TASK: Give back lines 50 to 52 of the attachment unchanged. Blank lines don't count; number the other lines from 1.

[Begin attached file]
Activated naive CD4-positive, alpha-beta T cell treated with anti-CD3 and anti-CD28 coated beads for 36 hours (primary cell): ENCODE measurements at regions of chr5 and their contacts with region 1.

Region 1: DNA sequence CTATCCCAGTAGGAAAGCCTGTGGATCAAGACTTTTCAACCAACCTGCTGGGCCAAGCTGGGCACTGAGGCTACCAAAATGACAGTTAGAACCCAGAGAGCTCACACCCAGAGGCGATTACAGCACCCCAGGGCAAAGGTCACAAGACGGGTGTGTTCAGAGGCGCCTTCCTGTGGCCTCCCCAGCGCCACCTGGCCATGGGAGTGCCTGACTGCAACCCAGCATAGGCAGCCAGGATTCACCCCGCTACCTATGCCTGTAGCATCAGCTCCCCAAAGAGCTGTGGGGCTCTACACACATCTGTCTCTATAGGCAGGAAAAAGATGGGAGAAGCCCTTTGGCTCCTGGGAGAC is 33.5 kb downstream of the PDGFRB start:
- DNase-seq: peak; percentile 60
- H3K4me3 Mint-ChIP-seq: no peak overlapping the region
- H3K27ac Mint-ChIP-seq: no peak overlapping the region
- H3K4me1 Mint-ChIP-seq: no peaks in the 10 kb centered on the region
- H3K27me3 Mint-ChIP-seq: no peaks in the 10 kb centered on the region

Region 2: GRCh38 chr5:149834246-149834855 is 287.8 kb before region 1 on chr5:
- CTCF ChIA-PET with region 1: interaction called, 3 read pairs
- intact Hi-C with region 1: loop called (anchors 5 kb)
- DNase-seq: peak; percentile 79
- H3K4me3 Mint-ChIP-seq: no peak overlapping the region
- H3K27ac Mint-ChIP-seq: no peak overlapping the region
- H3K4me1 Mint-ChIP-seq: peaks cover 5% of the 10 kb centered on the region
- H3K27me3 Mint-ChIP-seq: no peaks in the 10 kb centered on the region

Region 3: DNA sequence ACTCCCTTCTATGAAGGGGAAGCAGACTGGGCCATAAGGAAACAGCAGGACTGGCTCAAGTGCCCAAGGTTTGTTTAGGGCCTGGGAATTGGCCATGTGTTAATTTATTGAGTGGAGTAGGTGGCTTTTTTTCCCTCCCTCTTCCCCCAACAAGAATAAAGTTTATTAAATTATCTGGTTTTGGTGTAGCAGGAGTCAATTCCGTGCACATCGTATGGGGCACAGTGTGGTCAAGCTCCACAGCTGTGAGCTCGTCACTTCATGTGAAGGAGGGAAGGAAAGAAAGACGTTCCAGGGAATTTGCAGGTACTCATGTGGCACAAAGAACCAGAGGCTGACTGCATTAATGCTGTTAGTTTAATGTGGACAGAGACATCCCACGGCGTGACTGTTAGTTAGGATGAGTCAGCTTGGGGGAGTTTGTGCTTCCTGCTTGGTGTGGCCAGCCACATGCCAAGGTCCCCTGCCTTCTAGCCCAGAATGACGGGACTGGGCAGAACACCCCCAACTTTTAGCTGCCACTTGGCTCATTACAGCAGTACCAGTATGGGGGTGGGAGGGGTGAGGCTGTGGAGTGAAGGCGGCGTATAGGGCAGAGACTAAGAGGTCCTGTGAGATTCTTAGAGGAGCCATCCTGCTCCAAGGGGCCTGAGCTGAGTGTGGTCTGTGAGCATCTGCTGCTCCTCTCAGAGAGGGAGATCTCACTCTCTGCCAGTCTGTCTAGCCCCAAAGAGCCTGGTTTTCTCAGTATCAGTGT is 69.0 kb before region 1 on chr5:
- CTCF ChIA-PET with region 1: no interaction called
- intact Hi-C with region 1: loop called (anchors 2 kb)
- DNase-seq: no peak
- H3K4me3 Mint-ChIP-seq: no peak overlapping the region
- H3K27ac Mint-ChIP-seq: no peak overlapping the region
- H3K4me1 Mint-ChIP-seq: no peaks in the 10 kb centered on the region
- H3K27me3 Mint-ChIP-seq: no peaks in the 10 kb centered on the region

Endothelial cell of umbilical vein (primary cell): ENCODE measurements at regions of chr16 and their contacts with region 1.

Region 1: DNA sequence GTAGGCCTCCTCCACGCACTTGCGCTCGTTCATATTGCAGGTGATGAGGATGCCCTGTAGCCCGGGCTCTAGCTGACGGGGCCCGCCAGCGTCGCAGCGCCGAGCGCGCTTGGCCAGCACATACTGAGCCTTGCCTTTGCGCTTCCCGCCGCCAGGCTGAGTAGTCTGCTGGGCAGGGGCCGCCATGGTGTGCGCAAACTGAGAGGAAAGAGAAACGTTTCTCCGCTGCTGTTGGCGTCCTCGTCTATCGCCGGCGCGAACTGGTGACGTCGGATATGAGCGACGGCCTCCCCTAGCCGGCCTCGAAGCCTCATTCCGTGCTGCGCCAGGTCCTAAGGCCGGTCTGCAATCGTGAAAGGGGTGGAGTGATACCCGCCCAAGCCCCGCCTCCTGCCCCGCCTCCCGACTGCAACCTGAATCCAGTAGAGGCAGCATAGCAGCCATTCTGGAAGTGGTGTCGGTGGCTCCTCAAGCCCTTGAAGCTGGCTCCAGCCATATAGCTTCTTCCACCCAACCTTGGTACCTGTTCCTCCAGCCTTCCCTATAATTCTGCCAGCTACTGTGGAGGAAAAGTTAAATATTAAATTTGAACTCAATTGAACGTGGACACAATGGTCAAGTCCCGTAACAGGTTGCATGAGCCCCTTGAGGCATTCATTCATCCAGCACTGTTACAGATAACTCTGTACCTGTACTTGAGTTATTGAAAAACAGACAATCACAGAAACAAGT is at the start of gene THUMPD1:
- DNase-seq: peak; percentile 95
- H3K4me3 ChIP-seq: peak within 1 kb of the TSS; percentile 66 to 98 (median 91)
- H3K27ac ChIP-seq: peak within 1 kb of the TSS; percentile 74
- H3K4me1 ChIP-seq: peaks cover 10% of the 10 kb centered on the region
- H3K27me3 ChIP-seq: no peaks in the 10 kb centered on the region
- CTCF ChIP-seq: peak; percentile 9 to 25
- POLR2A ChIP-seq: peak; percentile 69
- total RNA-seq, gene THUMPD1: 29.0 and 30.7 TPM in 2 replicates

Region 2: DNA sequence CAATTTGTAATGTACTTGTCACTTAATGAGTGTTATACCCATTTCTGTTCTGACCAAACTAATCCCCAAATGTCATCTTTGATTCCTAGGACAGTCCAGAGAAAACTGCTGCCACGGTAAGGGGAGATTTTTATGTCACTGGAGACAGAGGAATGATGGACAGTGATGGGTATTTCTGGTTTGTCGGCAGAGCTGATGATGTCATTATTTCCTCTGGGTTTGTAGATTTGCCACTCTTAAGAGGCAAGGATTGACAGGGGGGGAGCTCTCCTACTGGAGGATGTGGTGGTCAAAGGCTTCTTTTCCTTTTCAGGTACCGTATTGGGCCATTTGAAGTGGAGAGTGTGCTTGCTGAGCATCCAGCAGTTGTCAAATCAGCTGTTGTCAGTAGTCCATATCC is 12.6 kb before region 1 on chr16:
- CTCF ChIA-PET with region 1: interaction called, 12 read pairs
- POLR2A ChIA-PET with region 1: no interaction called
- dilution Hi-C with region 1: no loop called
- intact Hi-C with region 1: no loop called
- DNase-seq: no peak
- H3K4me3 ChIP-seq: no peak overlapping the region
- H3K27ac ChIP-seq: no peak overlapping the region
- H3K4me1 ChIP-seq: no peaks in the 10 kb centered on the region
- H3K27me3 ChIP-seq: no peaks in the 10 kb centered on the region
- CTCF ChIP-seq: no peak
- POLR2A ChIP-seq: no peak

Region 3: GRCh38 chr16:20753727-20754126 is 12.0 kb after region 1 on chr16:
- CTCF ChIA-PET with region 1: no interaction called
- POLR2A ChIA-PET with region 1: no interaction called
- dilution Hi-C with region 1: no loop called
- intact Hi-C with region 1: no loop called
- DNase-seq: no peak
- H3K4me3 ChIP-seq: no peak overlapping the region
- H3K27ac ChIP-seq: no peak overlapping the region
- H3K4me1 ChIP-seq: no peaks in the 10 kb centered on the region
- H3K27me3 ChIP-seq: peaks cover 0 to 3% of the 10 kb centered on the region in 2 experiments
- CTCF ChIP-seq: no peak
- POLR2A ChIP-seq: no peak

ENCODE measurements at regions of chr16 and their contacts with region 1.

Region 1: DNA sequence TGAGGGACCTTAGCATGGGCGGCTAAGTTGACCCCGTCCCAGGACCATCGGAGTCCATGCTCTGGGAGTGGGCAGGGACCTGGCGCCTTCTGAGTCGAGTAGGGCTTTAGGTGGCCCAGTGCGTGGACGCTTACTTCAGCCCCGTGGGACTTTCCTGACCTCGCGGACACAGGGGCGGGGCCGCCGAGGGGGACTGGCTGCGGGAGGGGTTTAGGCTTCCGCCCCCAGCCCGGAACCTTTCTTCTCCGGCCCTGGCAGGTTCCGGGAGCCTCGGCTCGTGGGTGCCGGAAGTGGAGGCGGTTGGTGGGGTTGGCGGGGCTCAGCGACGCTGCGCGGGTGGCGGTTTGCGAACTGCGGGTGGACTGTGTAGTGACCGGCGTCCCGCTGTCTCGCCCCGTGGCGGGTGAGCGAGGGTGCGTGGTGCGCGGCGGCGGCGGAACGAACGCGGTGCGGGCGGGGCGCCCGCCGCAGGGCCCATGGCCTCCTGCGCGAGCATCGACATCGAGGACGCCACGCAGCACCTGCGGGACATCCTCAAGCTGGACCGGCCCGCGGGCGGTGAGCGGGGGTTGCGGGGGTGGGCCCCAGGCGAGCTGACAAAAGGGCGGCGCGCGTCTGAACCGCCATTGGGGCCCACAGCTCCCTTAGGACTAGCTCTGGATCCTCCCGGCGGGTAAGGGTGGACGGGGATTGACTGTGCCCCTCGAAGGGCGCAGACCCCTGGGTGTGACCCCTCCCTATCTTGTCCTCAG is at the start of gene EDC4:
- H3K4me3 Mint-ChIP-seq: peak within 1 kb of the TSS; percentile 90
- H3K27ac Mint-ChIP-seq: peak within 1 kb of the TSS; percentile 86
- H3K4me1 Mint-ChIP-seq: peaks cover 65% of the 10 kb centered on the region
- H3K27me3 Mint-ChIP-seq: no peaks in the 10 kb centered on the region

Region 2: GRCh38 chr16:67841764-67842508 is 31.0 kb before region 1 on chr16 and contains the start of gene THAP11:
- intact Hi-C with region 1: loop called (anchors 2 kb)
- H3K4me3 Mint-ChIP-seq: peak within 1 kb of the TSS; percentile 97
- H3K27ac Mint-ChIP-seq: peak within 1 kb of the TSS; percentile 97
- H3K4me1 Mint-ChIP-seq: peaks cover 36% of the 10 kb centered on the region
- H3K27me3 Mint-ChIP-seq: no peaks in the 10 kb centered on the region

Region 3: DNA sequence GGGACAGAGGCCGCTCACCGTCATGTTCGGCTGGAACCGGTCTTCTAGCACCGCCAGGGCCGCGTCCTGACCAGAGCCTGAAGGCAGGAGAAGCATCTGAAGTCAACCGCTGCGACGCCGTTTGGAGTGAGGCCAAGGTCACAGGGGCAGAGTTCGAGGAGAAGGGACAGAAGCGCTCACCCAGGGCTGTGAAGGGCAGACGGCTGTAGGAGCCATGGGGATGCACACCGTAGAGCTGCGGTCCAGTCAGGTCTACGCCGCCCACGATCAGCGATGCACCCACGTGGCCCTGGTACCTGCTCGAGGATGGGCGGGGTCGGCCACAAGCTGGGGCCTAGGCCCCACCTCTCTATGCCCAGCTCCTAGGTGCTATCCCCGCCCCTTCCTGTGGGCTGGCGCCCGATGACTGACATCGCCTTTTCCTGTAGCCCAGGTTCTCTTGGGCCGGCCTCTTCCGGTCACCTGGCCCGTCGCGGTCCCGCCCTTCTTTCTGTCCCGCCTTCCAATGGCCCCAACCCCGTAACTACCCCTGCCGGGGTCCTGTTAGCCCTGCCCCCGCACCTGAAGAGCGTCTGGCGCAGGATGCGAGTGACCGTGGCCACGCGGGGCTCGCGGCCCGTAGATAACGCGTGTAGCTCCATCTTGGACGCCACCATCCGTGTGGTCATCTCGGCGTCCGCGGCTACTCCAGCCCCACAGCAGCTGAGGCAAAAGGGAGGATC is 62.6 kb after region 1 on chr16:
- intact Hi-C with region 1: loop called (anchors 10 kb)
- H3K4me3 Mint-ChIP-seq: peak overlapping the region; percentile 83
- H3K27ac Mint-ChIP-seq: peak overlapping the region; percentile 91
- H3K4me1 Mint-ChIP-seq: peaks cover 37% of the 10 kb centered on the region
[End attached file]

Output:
- intact Hi-C with region 1: no loop called
- DNase-seq: no peak
- H3K4me3 ChIP-seq: no peak overlapping the region